it's like playing a team sport where 2 of my guys are playing dumb, making it harder for all of us and calling it fun.

I'm a GM that never rolls behind screen and fudge rolls...and i always help "rules light" players to make their character viable in combat and still keep ALL their RP wishes and flair.

I'm sure that I can turn ANY character concept that you can think of into a viable character in 2E(again, by everyone's standard)...hit me with anything...


Doompatrol wrote:
Pumpkinhead11 wrote:
Deadmanwalking wrote:
LuniasM wrote:
If playing a Fighter with a +2 in their main stat isn't viable then I guess all other martials are as well, since that's exactly how accurate they are with a +4.

In fairness, the other martial Classes all have something to make up for the Fighter's greater accuracy.

But yeah, a Str 14 Fighter is by far the most viable attack stat 14 character in the game. Other characrers with their highest stat at 14 are maybe not viable, legitimately.

However, as others note, 16s are completely viable, if not quite optimal.

It depends on what the defining term is for ‘viable’ which seems to change depending on the situation. It also doesn’t help that without a concrete definition viable can apparently be defined by a single point difference from your example. By this logic LuniasM is completely fair in their example that with the presented facts and accompanying opinions that any class other than Fighter wouldn’t be a ‘viable’ Martial class.

No there, not, multiple people have pointed out that other classes have other features.

The Barbarian hits and crits less but adds more damage.

Also it helps if you don't revolve around the word viable. But if you want an example, an animal companion can be a viable source of damage, a player should aim for good.

So yes a fighter with 14 in their attack stat is viable but it's a badly made PC.

We finished a campaign recently with a player with a really badly built martial artist, I offered to help them make changes and they turned the offer down. So you had this character that was more or less a walking damage sponge.

I’m not using the term viable, but rather commenting on it. LunaisM’s response post actually sums up my feelings on the matter quite well. There is a real issue that when statistics and averages get thrown around enough that it has a tendency to for some people to think in right or wrong. Some take it more seriously than others.

I do agree that a character with 14’s will have more trouble, but i feel it’s much less of an issue than in 1e.


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This whole thread reminds me of the player profiles Wizards uses when talking about Magic players:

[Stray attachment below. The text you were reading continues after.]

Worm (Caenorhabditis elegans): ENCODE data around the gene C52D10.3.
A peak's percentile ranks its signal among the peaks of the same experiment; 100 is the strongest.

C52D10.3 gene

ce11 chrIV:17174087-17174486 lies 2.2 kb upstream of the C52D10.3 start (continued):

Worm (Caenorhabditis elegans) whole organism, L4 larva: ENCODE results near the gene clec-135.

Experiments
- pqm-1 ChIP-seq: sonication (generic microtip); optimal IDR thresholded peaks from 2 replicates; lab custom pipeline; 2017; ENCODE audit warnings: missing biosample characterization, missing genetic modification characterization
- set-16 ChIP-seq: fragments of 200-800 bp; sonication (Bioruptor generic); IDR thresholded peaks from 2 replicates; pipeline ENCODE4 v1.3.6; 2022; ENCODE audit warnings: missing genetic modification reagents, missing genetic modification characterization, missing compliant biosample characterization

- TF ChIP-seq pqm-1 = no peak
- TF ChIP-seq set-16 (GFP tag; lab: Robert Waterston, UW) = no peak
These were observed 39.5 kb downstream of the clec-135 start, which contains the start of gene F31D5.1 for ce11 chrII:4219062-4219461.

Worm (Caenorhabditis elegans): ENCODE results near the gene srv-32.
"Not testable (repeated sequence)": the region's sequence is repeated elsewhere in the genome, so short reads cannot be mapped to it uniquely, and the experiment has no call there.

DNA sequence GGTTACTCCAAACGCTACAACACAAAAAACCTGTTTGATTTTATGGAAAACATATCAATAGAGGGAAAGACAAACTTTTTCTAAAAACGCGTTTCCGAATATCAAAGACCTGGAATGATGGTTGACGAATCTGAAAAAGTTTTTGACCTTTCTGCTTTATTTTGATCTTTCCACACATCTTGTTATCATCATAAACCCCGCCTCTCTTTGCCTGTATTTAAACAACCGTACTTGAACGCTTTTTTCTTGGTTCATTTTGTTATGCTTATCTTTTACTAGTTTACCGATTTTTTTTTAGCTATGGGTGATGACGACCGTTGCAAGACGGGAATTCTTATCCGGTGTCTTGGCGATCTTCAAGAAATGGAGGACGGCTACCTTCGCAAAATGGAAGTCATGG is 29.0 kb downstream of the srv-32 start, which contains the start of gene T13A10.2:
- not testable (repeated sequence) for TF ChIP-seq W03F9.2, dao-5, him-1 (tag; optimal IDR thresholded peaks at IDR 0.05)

Timmy/Tammy: plays for the experience. In Pathfinder, this would be the player who takes the path of least resistance when it comes to character building - decide on a theme and pick the stuff that matches and call it a day.

Johnny/Jenny: plays to express themselves. In Pathfinder, these would usually be the players who create oddball concepts and tries to figure out how to make those concepts in the game.

Spike: plays to prove themselves. These are the ones pushing the game engine to its breaking point to squeeze out every advantage.

Being aware of these different player types is a Good Thing, as is realizing that clearly not everyone wants the same thing out of the game as you do.


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I usually play by the maxime "good is good enough". So when I create a character I will usually ensure that this char is not only valid from a roleplay perspective but will also work well within the given set of rules. This is my way to "master" both enjoyment levels and number crunching.


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Pumpkinhead11 wrote:
Doompatrol wrote:
Pumpkinhead11 wrote:
Deadmanwalking wrote:
LuniasM wrote:
If playing a Fighter with a +2 in their main stat isn't viable then I guess all other martials are as well, since that's exactly how accurate they are with a +4.

In fairness, the other martial Classes all have something to make up for the Fighter's greater accuracy.

But yeah, a Str 14 Fighter is by far the most viable attack stat 14 character in the game. Other characrers with their highest stat at 14 are maybe not viable, legitimately.

However, as others note, 16s are completely viable, if not quite optimal.

It depends on what the defining term is for ‘viable’ which seems to change depending on the situation. It also doesn’t help that without a concrete definition viable can apparently be defined by a single point difference from your example. By this logic LuniasM is completely fair in their example that with the presented facts and accompanying opinions that any class other than Fighter wouldn’t be a ‘viable’ Martial class.

No there, not, multiple people have pointed out that other classes have other features.

The Barbarian hits and crits less but adds more damage.

Also it helps if you don't revolve around the word viable. But if you want an example, an animal companion can be a viable source of damage, a player should aim for good.

So yes a fighter with 14 in their attack stat is viable but it's a badly made PC.

We finished a campaign recently with a player with a really badly built martial artist, I offered to help them make changes and they turned the offer down. So you had this character that was more or less a walking damage sponge.

I’m not using the term viable, but rather commenting on it. LunaisM’s response post actually sums up my feelings on the matter quite well. There is a real issue that when statistics and averages get thrown around enough that it has a tendency to for some people to think in right or wrong. Some take it more...